An advance pricing agreement (APA) is a formal arrangement between a tax authority and a multinational enterprise (MNE) in which the parties jointly agree on the MNE’s transfer pricing methodology, estimated taxable income, and tax payments for a fixed period, thus reducing the likelihood of an income tax dispute. We argue that APAs, which were developed by governments to solve MNE-state problems in one realm (international taxation of related party transactions), have had unintended consequences for both parties due to the spillover impacts of APAs into other policy realms. We explore this argument in the European Union state aid cases where, in the context of competition policy, APAs can be viewed as hidden, discretionary policies that can be misused by lower-tier governments to attract or retain inward foreign direct investment by offering individual MNEs preferential tax treatment. Our paper contributes to this literature by analyzing the unintended consequences of APAs and recommending policy changes to reduce these negative spillovers.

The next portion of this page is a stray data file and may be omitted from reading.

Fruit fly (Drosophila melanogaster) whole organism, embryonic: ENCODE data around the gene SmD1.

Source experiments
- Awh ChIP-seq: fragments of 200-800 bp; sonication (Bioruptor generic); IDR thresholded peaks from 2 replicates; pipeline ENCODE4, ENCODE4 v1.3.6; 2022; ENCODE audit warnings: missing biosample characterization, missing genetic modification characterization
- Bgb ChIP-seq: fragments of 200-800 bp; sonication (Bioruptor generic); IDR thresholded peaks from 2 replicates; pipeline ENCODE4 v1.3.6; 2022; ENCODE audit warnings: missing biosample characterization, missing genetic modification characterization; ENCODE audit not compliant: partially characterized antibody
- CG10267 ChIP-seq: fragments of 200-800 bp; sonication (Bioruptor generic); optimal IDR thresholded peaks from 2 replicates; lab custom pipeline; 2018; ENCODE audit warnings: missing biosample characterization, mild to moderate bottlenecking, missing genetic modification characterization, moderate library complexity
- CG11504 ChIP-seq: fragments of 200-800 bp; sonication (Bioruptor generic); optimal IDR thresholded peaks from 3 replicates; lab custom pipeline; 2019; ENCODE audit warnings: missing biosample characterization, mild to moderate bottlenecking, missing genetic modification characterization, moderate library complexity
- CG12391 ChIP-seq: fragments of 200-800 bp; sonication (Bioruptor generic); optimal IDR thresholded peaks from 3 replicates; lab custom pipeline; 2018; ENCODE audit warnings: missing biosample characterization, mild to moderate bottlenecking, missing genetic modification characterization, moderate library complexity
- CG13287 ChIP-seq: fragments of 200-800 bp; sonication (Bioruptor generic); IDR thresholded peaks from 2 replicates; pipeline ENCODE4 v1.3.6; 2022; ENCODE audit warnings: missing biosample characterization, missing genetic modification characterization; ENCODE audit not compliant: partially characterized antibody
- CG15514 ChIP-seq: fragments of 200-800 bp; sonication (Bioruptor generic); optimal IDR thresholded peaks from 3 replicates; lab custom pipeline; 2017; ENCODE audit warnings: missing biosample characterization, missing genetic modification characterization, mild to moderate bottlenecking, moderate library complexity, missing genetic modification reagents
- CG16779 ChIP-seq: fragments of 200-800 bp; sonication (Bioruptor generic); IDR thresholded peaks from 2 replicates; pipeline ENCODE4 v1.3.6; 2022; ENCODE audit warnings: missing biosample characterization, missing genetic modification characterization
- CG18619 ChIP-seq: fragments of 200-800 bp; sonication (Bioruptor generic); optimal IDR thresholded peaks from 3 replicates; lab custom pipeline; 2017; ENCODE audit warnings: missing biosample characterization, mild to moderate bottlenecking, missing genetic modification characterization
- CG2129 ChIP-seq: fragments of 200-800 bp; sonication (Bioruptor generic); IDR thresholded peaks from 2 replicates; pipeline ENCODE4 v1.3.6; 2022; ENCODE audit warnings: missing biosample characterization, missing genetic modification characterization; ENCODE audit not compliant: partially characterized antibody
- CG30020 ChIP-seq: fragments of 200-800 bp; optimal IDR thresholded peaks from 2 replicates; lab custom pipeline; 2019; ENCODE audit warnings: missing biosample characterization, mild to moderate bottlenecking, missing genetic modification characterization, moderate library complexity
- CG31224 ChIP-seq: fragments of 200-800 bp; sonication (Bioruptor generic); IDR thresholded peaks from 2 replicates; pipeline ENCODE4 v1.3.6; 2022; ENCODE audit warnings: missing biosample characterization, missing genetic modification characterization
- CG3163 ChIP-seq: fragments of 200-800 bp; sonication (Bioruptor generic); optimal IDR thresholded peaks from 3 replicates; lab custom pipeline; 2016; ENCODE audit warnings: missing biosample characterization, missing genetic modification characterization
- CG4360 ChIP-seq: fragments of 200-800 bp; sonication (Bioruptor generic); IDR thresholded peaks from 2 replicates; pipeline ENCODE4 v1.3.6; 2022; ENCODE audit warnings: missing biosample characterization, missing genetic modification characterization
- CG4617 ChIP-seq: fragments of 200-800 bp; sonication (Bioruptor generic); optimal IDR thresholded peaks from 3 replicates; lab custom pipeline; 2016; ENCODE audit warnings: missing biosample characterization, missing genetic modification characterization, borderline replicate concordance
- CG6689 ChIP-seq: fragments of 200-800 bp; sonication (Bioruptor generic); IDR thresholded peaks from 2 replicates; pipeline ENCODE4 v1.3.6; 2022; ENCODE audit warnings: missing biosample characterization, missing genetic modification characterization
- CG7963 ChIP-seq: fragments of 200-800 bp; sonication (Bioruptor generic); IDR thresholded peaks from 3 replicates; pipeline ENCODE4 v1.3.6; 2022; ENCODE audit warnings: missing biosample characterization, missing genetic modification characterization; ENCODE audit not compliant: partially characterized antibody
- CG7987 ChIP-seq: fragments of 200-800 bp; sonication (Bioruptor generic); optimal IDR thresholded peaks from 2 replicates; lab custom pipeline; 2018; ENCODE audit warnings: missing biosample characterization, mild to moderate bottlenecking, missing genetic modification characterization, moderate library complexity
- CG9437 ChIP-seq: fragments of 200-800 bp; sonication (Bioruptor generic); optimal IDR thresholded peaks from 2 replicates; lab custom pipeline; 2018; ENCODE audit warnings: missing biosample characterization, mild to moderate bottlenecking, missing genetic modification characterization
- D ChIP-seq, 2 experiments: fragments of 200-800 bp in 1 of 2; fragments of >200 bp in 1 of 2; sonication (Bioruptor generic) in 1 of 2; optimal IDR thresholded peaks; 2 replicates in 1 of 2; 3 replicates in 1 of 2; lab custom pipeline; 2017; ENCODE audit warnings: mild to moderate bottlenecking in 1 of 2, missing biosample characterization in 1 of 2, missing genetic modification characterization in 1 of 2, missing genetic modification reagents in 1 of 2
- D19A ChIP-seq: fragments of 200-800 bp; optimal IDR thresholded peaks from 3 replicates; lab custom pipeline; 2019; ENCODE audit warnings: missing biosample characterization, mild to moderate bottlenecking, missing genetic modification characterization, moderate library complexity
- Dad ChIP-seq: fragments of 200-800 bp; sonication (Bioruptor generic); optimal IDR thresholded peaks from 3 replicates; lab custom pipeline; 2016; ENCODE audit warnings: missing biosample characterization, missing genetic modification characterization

Written By William Byrnes and Lorraine Eden, Texas A&M